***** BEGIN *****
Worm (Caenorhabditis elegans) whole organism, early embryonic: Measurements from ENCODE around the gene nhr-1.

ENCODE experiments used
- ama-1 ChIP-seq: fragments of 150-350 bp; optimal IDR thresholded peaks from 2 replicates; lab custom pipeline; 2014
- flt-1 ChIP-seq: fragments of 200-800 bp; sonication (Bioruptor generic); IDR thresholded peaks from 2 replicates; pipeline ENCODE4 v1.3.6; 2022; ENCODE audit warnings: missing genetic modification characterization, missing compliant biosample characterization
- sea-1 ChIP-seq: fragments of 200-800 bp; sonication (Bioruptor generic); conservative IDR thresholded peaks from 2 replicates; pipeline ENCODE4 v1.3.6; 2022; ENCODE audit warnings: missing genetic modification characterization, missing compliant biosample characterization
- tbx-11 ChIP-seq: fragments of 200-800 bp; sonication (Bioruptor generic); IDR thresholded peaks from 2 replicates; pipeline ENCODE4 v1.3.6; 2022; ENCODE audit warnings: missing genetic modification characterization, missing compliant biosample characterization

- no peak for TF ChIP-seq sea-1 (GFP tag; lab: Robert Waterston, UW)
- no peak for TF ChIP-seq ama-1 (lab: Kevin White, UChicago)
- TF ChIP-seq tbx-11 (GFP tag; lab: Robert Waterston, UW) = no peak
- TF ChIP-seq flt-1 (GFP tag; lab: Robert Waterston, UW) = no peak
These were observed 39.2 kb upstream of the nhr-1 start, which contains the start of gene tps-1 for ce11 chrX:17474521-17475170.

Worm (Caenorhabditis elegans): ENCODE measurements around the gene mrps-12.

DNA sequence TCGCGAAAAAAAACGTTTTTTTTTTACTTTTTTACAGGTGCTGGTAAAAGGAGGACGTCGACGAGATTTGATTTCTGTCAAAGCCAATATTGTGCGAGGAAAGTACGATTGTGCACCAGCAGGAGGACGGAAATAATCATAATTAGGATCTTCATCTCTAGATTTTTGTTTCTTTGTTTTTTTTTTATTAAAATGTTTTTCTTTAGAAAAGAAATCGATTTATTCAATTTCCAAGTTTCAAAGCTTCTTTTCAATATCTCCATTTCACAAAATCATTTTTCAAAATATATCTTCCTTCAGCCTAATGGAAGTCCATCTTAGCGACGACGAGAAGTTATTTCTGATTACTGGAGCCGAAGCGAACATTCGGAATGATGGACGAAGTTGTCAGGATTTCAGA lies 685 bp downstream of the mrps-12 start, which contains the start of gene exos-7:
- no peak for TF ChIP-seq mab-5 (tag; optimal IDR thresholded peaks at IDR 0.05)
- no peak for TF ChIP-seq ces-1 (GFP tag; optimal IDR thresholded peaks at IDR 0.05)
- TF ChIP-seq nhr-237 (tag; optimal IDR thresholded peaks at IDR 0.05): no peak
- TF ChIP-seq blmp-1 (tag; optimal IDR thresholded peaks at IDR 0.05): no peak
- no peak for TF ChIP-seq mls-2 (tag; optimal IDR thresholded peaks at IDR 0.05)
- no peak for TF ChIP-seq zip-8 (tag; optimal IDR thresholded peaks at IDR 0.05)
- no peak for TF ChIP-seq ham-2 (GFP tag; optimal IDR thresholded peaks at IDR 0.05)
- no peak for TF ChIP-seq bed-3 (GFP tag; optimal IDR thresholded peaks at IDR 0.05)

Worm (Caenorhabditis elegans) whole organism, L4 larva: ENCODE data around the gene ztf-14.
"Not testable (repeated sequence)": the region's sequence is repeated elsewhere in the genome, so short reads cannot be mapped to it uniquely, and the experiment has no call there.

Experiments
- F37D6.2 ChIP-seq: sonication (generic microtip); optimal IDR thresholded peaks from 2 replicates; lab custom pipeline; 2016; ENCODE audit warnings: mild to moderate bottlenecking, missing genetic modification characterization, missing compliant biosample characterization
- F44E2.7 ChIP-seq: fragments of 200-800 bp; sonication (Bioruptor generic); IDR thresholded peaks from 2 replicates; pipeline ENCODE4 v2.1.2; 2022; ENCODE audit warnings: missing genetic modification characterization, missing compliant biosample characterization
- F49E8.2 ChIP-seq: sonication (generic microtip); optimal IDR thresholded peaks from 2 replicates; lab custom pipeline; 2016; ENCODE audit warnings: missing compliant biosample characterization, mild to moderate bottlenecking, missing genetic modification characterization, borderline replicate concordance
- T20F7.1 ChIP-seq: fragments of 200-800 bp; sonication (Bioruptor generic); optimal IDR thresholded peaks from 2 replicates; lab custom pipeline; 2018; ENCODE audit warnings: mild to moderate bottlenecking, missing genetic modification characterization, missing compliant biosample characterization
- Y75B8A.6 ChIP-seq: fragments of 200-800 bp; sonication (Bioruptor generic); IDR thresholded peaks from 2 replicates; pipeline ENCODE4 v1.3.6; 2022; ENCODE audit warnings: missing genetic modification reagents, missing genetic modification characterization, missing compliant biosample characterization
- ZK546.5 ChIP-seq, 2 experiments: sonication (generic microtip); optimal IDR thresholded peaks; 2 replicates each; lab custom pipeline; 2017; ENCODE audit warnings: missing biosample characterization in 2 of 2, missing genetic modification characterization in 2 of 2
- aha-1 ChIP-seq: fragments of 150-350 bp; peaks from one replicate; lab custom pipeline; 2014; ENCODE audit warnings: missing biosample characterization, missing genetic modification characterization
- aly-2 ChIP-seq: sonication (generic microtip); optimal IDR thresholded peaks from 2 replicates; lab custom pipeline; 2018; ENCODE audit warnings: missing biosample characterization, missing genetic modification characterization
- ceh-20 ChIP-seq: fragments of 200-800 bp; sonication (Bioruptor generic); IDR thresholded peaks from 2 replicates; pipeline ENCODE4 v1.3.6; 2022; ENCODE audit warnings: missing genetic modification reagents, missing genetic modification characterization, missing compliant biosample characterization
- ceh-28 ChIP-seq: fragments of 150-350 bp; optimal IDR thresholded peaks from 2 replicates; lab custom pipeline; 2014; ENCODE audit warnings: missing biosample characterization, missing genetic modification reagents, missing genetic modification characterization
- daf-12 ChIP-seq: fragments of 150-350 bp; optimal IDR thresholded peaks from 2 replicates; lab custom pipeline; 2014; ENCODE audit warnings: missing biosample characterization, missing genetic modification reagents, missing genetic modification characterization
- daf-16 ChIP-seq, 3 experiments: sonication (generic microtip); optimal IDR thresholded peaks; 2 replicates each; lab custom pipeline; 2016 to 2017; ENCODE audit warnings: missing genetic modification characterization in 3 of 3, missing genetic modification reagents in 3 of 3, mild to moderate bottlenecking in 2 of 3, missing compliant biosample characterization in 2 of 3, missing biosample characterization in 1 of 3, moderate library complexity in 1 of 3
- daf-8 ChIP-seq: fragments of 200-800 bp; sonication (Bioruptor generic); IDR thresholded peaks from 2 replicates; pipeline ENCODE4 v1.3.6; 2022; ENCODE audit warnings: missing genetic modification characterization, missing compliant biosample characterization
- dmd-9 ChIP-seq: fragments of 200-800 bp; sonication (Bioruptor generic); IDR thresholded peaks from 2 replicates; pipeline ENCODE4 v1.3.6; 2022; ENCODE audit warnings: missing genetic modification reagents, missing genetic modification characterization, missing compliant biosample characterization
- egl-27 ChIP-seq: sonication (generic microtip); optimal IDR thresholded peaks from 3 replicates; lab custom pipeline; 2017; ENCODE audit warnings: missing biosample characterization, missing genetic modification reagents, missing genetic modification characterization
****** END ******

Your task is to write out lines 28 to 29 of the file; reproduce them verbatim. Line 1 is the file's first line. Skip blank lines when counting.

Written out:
- T20F7.1 ChIP-seq: fragments of 200-800 bp; sonication (Bioruptor generic); optimal IDR thresholded peaks from 2 replicates; lab custom pipeline; 2018; ENCODE audit warnings: mild to moderate bottlenecking, missing genetic modification characterization, missing compliant biosample characterization
- Y75B8A.6 ChIP-seq: fragments of 200-800 bp; sonication (Bioruptor generic); IDR thresholded peaks from 2 replicates; pipeline ENCODE4 v1.3.6; 2022; ENCODE audit warnings: missing genetic modification reagents, missing genetic modification characterization, missing compliant biosample characterization